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Publication numberUS20050276645 A1
Publication typeApplication
Application numberUS 11/063,930
Publication dateDec 15, 2005
Filing dateFeb 23, 2005
Priority dateMar 3, 2004
Also published asCN1727197A, US7399130
Publication number063930, 11063930, US 2005/0276645 A1, US 2005/276645 A1, US 20050276645 A1, US 20050276645A1, US 2005276645 A1, US 2005276645A1, US-A1-20050276645, US-A1-2005276645, US2005/0276645A1, US2005/276645A1, US20050276645 A1, US20050276645A1, US2005276645 A1, US2005276645A1
InventorsMark Hirte, Edward Thomas, Jose Pioquinto, Patrick Eiswerth, Ewa Blizniak
Original AssigneeZih Corp.
Export CitationBiBTeX, EndNote, RefMan
External Links: USPTO, USPTO Assignment, Espacenet
Printer with quick release print head and platen to promote installation and removal of same
US 20050276645 A1
Abstract
A printer for printing indicia upon media with print head and platen assemblies with ease of exchange and re-alignment features. The print head may be coupled to a print head bracket, the print head bracket removably coupled to the top cover of the printer by, for example, guide tabs of a print head support structure which mate with guide slots of the print head bracket. The print head bracket having alignment forks for aligning the print head with the platen. The printer also includes a platen bracket for maintaining the platen in the printer. The platen bracket being easy to remove to replace the platen.
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Claims(33)
1. A bracket for retaining a print head in a printer comprising:
a body extending between opposed ends and front and rear surfaces;
at least one alignment structure adjacent to the front surface of said body for aligning the print head with a platen in the printer;
at least one retaining structure adjacent to the rear surface of the body for retaining the bracket in the printer; and
at least one hole extending through said body for receiving a pivot pin located in the printer chassis, said hole allowing the bracket to pivot laterally.
2. A bracket according to claim 1, wherein said retaining structure allows the bracket to move vertically with respect to a platen located in the printer.
3. A bracket according to claim 1, wherein said hole is a slot defined in said body, the slot extending from the rear surface of said body toward the front surface of said body.
4. A bracket according to claim 1, wherein the pivot pin comprises a retaining lip, wherein said hole engages the retaining lip to thereby secure the printer chassis.
5. A bracket according to claim 1, wherein said retaining structure allows the bracket to move vertically with respect to a platen located in the printer and the said hole in conjunction with the pivot pin allows the bracket to pivot laterally.
6. A bracket according to claim 1, wherein said alignment structure comprises a contact surface configured to contact at least one of the platen or a bushing associated with the platen.
7. A bracket according to claim 1, wherein said alignment structure comprises a fork having tines extending from said body of the bracket for engaging the platen.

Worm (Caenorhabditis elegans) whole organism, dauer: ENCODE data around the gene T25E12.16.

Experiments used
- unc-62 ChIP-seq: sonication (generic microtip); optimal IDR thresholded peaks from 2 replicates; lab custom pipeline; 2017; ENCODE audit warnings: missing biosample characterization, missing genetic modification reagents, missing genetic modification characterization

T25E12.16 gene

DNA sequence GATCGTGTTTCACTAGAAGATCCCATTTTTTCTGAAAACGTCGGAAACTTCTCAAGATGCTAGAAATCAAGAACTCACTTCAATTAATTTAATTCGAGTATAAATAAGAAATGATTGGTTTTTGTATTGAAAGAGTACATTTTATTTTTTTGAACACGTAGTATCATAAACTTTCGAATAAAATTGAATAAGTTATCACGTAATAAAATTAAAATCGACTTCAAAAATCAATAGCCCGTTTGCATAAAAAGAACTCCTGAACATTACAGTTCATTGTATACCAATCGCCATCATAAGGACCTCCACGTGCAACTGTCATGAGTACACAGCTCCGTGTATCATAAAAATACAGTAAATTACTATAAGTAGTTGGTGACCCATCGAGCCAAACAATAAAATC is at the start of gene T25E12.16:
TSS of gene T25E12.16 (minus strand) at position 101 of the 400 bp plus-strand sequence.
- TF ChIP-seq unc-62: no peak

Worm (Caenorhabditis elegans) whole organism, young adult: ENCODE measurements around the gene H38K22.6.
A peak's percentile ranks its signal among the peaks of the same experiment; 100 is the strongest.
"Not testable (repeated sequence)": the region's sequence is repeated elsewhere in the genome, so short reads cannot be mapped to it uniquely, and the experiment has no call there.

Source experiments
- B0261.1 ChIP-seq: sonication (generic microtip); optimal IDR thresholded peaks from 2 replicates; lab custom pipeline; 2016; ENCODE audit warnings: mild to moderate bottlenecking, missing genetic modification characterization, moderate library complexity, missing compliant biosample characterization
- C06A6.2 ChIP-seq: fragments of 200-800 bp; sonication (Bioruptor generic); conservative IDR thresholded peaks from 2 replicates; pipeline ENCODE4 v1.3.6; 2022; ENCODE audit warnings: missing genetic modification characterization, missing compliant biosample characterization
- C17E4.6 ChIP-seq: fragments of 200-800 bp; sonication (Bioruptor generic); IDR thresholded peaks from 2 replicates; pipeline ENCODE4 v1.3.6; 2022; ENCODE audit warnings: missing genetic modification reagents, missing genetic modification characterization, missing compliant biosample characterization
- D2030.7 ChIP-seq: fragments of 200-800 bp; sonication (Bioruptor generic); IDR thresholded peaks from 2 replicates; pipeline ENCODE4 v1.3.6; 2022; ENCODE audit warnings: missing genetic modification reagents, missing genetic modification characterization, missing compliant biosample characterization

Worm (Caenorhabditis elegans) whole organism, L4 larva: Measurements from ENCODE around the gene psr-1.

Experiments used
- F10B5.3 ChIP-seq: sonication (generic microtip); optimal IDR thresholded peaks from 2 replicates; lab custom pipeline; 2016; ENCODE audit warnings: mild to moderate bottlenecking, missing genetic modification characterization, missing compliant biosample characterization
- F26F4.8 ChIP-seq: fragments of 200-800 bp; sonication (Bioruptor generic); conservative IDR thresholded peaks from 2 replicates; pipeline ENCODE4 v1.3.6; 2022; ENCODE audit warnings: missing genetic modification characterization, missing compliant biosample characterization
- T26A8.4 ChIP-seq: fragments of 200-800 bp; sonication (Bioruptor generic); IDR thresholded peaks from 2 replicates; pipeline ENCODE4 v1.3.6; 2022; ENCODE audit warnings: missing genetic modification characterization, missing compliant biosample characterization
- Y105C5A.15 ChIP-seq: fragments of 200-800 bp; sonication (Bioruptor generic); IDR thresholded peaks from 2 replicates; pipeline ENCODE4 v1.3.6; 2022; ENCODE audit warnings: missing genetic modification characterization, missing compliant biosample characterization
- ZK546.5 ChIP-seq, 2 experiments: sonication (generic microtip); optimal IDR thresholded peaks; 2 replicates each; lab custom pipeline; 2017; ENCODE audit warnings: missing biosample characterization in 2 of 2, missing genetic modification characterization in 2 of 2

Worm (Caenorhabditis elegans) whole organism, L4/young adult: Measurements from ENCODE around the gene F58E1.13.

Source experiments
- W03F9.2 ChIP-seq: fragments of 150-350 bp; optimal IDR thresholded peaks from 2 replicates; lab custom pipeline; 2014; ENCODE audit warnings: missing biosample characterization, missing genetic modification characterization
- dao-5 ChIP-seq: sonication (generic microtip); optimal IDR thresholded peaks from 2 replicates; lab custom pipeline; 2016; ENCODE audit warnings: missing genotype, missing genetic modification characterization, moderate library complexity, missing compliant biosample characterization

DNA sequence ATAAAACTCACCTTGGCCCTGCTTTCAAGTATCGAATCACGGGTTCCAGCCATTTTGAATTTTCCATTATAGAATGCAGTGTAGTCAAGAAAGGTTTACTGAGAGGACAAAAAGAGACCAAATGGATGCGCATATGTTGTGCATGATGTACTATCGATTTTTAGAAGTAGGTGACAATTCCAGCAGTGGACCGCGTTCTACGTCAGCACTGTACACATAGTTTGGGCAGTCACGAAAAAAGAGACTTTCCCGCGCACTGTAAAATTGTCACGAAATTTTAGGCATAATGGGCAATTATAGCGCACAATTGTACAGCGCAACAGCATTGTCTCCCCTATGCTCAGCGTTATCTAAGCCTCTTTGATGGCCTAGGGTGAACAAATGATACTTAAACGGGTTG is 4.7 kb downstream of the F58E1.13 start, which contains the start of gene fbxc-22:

8. A bracket according to claim 1, wherein said retaining structure comprises a detent that mates with a spring structure located in the chassis of the printer.
9. A bracket according to claim 1, wherein said retaining structure comprises a spring structure that mates with a detent located in the chassis of the printer.
10. A bracket according to claim 1, wherein said retaining structure comprises at least one guide slot that engages at least one guide tab associated with the chassis of the printer.
11. A bracket for retaining a platen roller in a printer comprising:
a contact surface for engaging at least one of the platen or a bushing associated with the platen; and
at least one connector for securing said contact surface to a printer.
12. A bracket according to claim 11 further comprising a biasing structure for biasing said connector against said printer to thereby retaining said bracket against the platen.
13. A bracket according to claim 11, wherein said connector is a tab comprising a hole therethrough through which a fastener may be inserted to couple the bracket to the printer.
14. A bracket according to claim 11, wherein said contact surface is curved so as to mate with at least one of the platen or a bushing associated with the platen.
15. A bracket according to claim 11, wherein the printer includes a contact surface for receiving the platen and having an open section allowing removal of the platen, wherein said contact surface of said bracket occupies the open section of the printer contact surface during operation so as to maintain the platen within the printer.
16. A bracket according to claim 11, wherein said bracket comprises a body having a width extending between opposed first and second ends and a height extending between opposed third and fourth ends, wherein a respective connector is located adjacent to both said third and fourth ends.
17. A bracket according to claim 16, wherein fasteners retain said connectors of said bracket to the printer, wherein when one of the fasteners is removed, the bracket can pivot about the other of the fasteners so as to allow the platen to be removed without removing the bracket.
18. A bracket according to claim 11 further comprising a body having a width extending between opposed first and second ends and a height extending between opposed third and fourth ends, wherein said contact surface is adjacent one of the third or fourth ends of said body and extends from said body, said contact surface being curved so as to mate with at least one of the platen or a bushing associated with the platen.
19. A bracket according to claim 11 further comprising a body having a width extending between opposed first and second ends and a height extending between opposed third and fourth ends, wherein said bracket comprises a respective contact surface adjacent to each of the first and second ends of said body.
20. A bracket according to claim 19, wherein said contact surfaces are further adjacent to the third end of said body, and said connector comprises two connectors adjacent the fourth end of said body.